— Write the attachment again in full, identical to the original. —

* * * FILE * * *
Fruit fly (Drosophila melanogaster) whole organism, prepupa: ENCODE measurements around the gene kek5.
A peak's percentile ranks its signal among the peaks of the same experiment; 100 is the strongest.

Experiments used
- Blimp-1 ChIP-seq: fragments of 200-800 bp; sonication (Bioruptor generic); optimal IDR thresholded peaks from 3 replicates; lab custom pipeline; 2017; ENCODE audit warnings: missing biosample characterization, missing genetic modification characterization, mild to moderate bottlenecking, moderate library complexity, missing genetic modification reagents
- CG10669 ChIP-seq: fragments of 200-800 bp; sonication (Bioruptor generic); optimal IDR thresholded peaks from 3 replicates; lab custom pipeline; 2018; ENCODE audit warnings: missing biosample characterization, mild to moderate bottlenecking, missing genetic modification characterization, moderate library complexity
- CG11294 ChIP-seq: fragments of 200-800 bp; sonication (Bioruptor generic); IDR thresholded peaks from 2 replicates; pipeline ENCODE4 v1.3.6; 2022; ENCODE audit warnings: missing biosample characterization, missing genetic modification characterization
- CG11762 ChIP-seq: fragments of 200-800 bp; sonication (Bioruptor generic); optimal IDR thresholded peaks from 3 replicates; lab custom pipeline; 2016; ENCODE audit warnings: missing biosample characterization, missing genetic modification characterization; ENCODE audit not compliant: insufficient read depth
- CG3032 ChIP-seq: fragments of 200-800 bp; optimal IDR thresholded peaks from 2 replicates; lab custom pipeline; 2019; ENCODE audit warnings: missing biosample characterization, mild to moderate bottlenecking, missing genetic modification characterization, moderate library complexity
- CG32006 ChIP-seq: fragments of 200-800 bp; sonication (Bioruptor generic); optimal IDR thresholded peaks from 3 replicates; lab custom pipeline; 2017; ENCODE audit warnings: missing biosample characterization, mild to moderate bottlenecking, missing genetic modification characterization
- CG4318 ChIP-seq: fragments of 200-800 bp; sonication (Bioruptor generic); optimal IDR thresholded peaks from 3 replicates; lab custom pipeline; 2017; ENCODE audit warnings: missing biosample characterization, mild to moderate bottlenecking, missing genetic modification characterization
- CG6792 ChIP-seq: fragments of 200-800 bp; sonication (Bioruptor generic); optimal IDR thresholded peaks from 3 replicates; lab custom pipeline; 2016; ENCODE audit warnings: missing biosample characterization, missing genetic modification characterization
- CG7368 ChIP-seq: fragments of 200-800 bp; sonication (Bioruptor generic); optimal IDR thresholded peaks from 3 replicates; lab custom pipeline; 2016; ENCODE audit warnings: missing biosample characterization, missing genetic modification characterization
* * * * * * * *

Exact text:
Fruit fly (Drosophila melanogaster) whole organism, prepupa: ENCODE measurements around the gene kek5.
A peak's percentile ranks its signal among the peaks of the same experiment; 100 is the strongest.

Experiments used
- Blimp-1 ChIP-seq: fragments of 200-800 bp; sonication (Bioruptor generic); optimal IDR thresholded peaks from 3 replicates; lab custom pipeline; 2017; ENCODE audit warnings: missing biosample characterization, missing genetic modification characterization, mild to moderate bottlenecking, moderate library complexity, missing genetic modification reagents
- CG10669 ChIP-seq: fragments of 200-800 bp; sonication (Bioruptor generic); optimal IDR thresholded peaks from 3 replicates; lab custom pipeline; 2018; ENCODE audit warnings: missing biosample characterization, mild to moderate bottlenecking, missing genetic modification characterization, moderate library complexity
- CG11294 ChIP-seq: fragments of 200-800 bp; sonication (Bioruptor generic); IDR thresholded peaks from 2 replicates; pipeline ENCODE4 v1.3.6; 2022; ENCODE audit warnings: missing biosample characterization, missing genetic modification characterization
- CG11762 ChIP-seq: fragments of 200-800 bp; sonication (Bioruptor generic); optimal IDR thresholded peaks from 3 replicates; lab custom pipeline; 2016; ENCODE audit warnings: missing biosample characterization, missing genetic modification characterization; ENCODE audit not compliant: insufficient read depth
- CG3032 ChIP-seq: fragments of 200-800 bp; optimal IDR thresholded peaks from 2 replicates; lab custom pipeline; 2019; ENCODE audit warnings: missing biosample characterization, mild to moderate bottlenecking, missing genetic modification characterization, moderate library complexity
- CG32006 ChIP-seq: fragments of 200-800 bp; sonication (Bioruptor generic); optimal IDR thresholded peaks from 3 replicates; lab custom pipeline; 2017; ENCODE audit warnings: missing biosample characterization, mild to moderate bottlenecking, missing genetic modification characterization
- CG4318 ChIP-seq: fragments of 200-800 bp; sonication (Bioruptor generic); optimal IDR thresholded peaks from 3 replicates; lab custom pipeline; 2017; ENCODE audit warnings: missing biosample characterization, mild to moderate bottlenecking, missing genetic modification characterization
- CG6792 ChIP-seq: fragments of 200-800 bp; sonication (Bioruptor generic); optimal IDR thresholded peaks from 3 replicates; lab custom pipeline; 2016; ENCODE audit warnings: missing biosample characterization, missing genetic modification characterization
- CG7368 ChIP-seq: fragments of 200-800 bp; sonication (Bioruptor generic); optimal IDR thresholded peaks from 3 replicates; lab custom pipeline; 2016; ENCODE audit warnings: missing biosample characterization, missing genetic modification characterization